Movie Review for I Now Pronounce You Chuck and Larry (2007)

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Review #484 of 365
Movie Review of I Now Pronounce You Chuck and Larry (2007) [PG-13] 110 minutes
WIP™ Scale: $8.00
Where Viewed: United Artists Denver Pavilions Stadium 15, Denver, CO
When 1st Seen: 20 July 2007
Time: 12:30 pm
Film's Official WebsiteFilm's Trailer
DVD Release Date: 30 October 2007 (click date to purchase)

Directed by: Dennis Dugan (The Benchwarmers)
Screenplay by: Barry Fanaro (Men in Black II) • Alexander Payne (Sideways) • Jim Taylor (Sideways)

Featured Cast (Where You Might Remember Him/Her From):
Adam Sandler (Reign Over Me) • Kevin James (Barnyard: The Original Party Animals) • Cole Morgen (debut) • Shelby Adamowsky ("King of Queens") • Jessica Biel (Next) • Dan Aykroyd (Christmas with the Kranks) • Ving Rhames (Idlewild) • Steve Buscemi (I Think I Love My Wife) • Nicholas Turturro (World Trade Center) • Allen Covert (Grandma's Boy) • Rachel Dratch (Click) • Richard Chamberlain (The Thorn Birds) • Nick Swardson (Blades of Glory) • Lance Bass (Lovewrecked)

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To begin, I've had a long-standing hypothesis that when it comes to movies of the same genre featuring former cast members of "Saturday Night Live" they were subject to a mysterious curse such that only every other one of their films would turn out well. Since Adam Sandler's 2006 comedy, Click!, was outstanding, therefore, expectations for I Now Pronounce you Chuck and Larry would have to be low (remember the rule applies to the same genre only, which is why both Click! and Reign on Me could be exceptional—which they were). Unfortunately, and can we abbreviate this title to just Mr. and Mr. Valentine (which would have been a better title in the first place), this film becomes another data point on the chart for proving the "SNL" film curse to be true because, it's not a very good movie. Is it funny? In parts it is. Is it more of a return to the comedy style that made Adam Sandler a huge movie star? No, it is not. If you are looking for a grown up Happy Gilmore or Billy Madison, keep waiting, maybe next summer. So, what went wrong? The story, for those that haven't seen the preview or read the numerous pre-release tirades from all corners, is about two New York City Fire Fighters who are long-time best friends. When one of them, widower father of two, Larry Valentine (Kevin James), gets the run around from a city benefits supervisor (Rachel Dratch) about changing the beneficiary of his pension funds from his now deceased wife to his two children, he decides the quickest solution to protecting his kids in the event that he fails to return home one day due to the dangers inherent in his job, would be to form a domestic partnership with former Mr. February Firefighter and ladies man scoundrel, Chuck Levine (Adam Sandler). This way he can name Chuck the beneficiary and give him custody of his kids. Due to the fact that Larry recently saved Chuck's life during a routine inspection of a burned out building, Chuck begrudgingly agrees under the auspices that this will be a fairly painless thing for him other than having to change his mailing address. The two don't realize that domestic partnership fraud cases have caused the City to establish some check-ups on people to ensure they truly are domestic partners and not just people trying to scam benefits.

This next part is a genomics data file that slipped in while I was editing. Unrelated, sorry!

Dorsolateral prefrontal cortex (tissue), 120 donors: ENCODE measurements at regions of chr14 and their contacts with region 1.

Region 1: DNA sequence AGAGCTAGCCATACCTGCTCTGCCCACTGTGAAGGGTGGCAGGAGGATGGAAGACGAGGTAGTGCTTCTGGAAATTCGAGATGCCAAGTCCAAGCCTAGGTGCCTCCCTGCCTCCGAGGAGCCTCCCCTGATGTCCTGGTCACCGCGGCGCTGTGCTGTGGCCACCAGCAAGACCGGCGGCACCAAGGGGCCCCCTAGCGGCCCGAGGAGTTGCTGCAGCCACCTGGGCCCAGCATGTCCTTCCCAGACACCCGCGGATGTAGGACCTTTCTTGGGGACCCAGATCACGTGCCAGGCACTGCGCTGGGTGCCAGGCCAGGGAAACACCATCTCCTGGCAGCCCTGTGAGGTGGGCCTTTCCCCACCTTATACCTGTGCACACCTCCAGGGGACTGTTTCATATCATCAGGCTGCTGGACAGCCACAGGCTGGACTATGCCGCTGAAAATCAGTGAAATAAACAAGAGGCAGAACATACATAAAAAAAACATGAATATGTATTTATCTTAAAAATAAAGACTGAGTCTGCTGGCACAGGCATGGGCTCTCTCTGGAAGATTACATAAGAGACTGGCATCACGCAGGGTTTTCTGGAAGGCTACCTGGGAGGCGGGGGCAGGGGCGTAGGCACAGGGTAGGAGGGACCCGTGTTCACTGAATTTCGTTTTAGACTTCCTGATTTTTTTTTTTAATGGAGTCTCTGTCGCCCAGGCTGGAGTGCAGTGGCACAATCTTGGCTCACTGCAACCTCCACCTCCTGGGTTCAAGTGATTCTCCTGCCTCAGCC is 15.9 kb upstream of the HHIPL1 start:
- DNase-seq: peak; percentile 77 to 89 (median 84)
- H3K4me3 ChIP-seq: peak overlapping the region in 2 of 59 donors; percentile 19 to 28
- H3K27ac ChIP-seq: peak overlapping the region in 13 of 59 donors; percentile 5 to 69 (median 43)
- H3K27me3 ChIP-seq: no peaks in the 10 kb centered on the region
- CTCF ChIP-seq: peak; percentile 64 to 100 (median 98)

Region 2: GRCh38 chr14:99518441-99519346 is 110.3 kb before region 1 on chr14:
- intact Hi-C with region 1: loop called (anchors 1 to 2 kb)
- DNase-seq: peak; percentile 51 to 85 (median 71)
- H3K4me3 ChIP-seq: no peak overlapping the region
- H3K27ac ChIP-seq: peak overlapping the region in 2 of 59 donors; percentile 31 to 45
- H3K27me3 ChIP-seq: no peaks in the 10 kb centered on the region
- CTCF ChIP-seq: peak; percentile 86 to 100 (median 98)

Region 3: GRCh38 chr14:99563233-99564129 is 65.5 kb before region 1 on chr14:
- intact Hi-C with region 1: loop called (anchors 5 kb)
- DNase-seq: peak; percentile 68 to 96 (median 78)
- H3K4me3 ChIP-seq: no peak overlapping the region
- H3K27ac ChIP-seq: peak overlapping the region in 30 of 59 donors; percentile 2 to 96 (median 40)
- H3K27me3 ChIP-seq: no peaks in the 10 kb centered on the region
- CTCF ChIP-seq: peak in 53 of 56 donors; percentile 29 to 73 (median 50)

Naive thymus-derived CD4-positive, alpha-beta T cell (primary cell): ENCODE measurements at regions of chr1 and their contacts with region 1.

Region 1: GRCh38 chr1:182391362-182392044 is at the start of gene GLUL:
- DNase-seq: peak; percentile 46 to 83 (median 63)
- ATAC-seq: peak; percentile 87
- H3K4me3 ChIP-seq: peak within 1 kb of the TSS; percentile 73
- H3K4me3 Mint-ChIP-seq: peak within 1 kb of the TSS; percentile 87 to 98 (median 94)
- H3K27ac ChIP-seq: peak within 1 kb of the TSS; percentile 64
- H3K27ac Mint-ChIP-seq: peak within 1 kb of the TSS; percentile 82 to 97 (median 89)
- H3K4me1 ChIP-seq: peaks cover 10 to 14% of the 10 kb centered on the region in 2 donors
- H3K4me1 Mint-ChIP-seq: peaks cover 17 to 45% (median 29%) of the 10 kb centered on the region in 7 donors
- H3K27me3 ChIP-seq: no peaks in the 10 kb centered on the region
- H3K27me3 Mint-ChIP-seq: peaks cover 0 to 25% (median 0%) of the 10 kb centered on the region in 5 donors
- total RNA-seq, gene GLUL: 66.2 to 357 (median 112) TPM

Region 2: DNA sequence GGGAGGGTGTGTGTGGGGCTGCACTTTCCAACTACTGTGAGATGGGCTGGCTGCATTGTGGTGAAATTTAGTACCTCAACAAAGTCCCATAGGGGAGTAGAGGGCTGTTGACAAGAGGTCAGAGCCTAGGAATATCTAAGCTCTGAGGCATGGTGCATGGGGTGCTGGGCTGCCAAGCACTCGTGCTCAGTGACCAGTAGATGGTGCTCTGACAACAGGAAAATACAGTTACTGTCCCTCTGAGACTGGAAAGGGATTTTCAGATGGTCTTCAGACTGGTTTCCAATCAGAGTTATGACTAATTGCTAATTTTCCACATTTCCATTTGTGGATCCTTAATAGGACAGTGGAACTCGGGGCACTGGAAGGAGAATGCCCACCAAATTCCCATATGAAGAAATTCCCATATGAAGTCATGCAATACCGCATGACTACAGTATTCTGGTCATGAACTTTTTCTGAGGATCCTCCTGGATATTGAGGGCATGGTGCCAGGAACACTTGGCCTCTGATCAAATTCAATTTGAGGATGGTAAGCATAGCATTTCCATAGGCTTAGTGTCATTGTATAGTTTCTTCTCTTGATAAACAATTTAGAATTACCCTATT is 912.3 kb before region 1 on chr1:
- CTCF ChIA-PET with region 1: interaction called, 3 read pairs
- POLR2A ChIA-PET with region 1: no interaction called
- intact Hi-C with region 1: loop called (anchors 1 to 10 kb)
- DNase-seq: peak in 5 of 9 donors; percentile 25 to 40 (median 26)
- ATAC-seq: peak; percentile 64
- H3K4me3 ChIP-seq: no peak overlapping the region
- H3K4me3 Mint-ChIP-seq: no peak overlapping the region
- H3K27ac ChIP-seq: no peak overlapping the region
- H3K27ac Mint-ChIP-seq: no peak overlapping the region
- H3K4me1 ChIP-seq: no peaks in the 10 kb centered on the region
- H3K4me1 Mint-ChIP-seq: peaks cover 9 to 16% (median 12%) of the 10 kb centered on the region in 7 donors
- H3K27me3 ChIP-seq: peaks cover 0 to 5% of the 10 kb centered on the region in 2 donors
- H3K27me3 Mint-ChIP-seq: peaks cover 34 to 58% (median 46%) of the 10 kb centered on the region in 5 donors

" Contrived and ill-conceived with humor rooted in the worst kind human nature can deliver…a tragic waste of the talents of Kevin James and Adam Sandler."